Capaxia @

World Economic Forum

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Capaxia organized 3 Sensory Dinners in the dark for the
World Economic Forum.

Imagine a space in complete darkness where if you do not speak, you do not exist.
During this experience the experts in the dark, led the experience in a way people allow themselves to be vulnerable, open and trust others enabling an open communication.

With this experience we turn off the external lights , in order to invite participants to turn on their inner light, reminding themselves the importance to share their stories and perspectives with open heart and mind, discovering the potential of their senses in the absence of sight.


Founder @ Capaxia

Where an everyday activity such as eating is transformed into an experience full of reflections, learning and surprises.

In one word, how would you describe this sensory dinner in the dark?

Gina Badenoch, founder of Capaxia and Sight of Emotion, participated in a panel and led a group discussion on: Disability Inclusion: Making it Work

Companies with a disability-inclusive culture outperform their peers and achieve tangible financial benefits. To unlock the potential of diversity, what are the tools to improve and measure disability inclusion in the workplace?

On the Forum Agenda:

• Building fully inclusive and accessible hiring strategies
• Removing physical and cultural barriers
• Addressing (unconscious) bias


Guides graduated from Sight of Emotion, the charity of Capaxia led 3 Sensory Dinners in the Dark as part of the official program at the World Economic Forum, Davos 2019.

They also led a Sensory Experience led by Paul Polman, Former CEO of Unilever, focused on facilitating a discussion with 15 leaders from around the World, focused on how to handle uncertainty in a VUCA (Volatile, Uncertain, Complex and Ambiguous world).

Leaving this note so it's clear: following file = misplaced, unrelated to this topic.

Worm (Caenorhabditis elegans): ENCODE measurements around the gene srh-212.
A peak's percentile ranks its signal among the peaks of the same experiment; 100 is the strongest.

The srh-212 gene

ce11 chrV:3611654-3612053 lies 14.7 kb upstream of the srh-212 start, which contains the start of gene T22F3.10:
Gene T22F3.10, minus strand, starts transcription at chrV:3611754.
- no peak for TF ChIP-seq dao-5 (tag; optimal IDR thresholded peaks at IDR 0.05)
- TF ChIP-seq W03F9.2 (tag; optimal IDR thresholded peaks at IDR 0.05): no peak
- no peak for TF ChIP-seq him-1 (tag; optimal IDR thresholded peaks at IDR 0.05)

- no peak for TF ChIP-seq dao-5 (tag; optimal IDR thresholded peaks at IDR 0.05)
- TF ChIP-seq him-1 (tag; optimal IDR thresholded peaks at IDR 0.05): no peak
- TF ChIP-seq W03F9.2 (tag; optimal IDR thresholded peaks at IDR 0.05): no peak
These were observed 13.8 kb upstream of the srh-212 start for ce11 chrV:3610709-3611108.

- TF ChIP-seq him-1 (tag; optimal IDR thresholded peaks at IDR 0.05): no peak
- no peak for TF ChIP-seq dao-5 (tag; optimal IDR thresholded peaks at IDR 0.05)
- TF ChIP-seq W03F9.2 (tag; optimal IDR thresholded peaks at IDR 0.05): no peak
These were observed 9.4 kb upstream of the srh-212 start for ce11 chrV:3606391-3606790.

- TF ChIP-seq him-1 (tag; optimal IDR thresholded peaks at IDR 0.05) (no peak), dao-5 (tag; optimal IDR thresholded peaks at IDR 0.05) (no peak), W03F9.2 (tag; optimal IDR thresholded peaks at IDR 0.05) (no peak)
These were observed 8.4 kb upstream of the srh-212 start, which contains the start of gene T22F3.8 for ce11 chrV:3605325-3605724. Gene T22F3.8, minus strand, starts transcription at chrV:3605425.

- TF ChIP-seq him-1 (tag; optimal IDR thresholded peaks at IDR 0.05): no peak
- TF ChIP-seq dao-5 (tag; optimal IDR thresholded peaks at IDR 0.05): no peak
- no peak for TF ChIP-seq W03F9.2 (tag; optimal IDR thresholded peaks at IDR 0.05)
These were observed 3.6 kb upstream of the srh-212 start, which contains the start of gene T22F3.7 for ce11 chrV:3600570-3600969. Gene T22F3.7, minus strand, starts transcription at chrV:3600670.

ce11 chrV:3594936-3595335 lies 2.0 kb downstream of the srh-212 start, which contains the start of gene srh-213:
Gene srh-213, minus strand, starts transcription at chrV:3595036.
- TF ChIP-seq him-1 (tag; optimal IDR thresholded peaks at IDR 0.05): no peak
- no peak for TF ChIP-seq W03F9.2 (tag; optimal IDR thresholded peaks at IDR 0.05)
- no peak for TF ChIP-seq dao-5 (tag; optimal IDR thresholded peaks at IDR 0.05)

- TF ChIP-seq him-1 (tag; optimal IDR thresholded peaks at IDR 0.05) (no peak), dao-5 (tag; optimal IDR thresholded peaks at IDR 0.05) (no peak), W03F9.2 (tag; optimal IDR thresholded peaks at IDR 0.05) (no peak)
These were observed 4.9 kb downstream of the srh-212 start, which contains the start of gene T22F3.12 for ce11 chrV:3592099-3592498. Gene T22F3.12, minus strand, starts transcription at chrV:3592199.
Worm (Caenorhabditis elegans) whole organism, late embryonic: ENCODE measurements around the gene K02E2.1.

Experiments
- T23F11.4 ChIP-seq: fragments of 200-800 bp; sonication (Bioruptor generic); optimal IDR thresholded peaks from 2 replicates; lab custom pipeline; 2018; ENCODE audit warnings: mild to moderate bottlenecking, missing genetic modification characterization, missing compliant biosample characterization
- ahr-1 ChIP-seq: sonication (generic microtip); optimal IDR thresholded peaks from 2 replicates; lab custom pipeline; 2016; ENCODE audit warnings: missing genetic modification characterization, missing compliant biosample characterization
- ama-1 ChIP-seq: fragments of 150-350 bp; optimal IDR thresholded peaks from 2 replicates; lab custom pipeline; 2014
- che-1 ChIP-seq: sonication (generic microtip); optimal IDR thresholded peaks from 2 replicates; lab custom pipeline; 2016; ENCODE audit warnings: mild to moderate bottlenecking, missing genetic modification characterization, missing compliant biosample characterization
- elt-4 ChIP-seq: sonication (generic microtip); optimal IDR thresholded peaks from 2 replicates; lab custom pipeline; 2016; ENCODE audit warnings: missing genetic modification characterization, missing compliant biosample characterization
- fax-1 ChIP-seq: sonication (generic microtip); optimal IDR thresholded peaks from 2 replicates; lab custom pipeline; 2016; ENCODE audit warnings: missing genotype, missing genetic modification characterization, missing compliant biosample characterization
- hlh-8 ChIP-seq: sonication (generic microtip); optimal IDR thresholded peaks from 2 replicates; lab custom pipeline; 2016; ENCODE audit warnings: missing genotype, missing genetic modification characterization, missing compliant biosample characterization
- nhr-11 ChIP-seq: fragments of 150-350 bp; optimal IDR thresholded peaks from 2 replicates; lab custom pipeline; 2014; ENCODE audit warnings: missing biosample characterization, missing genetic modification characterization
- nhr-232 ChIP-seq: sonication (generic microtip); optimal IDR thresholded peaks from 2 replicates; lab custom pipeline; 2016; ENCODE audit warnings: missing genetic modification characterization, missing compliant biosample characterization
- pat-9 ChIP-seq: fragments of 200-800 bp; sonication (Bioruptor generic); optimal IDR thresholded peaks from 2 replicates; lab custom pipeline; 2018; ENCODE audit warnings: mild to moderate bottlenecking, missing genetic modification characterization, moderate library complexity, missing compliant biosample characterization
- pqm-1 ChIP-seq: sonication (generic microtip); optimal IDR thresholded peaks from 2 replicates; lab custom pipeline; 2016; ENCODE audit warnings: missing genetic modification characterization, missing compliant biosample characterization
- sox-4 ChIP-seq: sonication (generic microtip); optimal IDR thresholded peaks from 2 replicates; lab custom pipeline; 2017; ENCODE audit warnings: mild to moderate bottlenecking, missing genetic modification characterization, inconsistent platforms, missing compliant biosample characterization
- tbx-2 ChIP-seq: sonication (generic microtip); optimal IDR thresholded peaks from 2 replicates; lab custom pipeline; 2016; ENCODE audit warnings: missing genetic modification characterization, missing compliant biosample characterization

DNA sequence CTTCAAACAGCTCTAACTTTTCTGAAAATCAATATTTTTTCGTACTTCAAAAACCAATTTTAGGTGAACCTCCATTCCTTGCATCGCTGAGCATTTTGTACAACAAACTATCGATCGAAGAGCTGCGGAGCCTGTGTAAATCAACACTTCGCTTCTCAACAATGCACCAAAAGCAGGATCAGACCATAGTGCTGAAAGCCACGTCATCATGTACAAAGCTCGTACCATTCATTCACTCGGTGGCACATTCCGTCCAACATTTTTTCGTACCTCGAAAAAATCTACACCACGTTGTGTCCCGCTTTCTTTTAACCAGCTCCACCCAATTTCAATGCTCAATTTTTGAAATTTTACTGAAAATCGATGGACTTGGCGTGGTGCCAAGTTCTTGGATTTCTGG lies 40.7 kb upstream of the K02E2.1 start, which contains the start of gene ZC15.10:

To know more about Sight of Emotion visit:

For most of them, it was the first time they were in a place with so much snow, and having to go on the adventure of getting on a Gondola in order to get to the top of the mountain, where when they go out they got to feel the snow falling on their face, it was snowing!

How they described the snow

I was nervous when I had to get inside the Gondola, it was something new, but also I was excited because it was something new and as we where going up the mountain, I was imagining the views around me, the trees, mountains, snow and the sky. When we where arriving, I got nervous again as I had to get off quickly, but it was exciting. When I got to the snow and felt it on my face, I felt happy and grateful

Roberto Corona

I felt freedom, emotion and peace, so excited to be in a place I never imagine I could be, the snow gave me security to walk around, to enjoy and I am discovering a lot os sensations I did not thought I could feel


Like being in a reality I did not think it existed, I had heard all about the snow in books and movies, but I have been able to live the experience of feeling the snow on my body, I had fun, I felt so happy, I could not believe I was living this here in Switzerland, Just remembering the feeling of the snow on my shoes, it makes all my body vibrate with excitement.

Alejandra Rivera

Cold sand, of cold cotton falling on your body because it light waited and fresh which makes you enjoy it a lot. It’s pure white, but not aggressive, is tendered, is nice to us, you feel it soft like a body lotion, but at the same time cold that gets into your body, all the way to your bones. Its a strong as love.

Jose Pacheco